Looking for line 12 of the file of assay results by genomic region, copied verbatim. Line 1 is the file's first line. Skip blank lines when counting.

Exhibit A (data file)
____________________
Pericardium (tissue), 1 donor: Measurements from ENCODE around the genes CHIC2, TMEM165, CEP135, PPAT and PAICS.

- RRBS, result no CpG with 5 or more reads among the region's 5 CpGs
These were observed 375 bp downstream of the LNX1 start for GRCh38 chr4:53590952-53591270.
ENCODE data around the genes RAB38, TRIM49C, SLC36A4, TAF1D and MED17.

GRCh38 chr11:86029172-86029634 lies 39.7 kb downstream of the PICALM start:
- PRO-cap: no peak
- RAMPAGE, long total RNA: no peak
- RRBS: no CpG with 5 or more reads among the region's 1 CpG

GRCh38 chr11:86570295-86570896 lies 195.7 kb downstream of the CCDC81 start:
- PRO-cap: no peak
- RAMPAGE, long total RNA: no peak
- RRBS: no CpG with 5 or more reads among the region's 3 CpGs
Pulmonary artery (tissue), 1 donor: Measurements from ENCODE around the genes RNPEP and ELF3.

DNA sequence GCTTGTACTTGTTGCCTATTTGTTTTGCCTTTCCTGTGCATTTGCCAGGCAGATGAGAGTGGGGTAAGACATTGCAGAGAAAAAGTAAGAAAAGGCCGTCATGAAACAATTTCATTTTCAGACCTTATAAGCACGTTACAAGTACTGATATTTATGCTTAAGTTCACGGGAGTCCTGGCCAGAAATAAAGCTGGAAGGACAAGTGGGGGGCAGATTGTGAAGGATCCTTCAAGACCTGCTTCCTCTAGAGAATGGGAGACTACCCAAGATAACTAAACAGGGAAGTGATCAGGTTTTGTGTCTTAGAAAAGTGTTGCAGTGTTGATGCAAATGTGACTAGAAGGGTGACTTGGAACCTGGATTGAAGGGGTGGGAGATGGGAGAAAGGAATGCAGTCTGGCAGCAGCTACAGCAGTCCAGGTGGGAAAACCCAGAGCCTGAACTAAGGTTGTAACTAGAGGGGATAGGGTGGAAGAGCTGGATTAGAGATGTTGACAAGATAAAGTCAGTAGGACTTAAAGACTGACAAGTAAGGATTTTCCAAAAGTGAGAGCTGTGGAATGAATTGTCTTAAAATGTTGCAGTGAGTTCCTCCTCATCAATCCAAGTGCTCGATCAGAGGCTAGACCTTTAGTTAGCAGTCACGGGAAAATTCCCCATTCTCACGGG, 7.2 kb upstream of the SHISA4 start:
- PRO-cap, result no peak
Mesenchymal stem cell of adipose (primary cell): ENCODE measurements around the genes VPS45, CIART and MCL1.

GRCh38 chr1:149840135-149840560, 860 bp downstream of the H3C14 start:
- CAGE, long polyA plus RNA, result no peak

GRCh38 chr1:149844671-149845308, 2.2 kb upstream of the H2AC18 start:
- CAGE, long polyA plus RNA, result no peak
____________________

- RRBS: no CpG with 5 or more reads among the region's 3 CpGs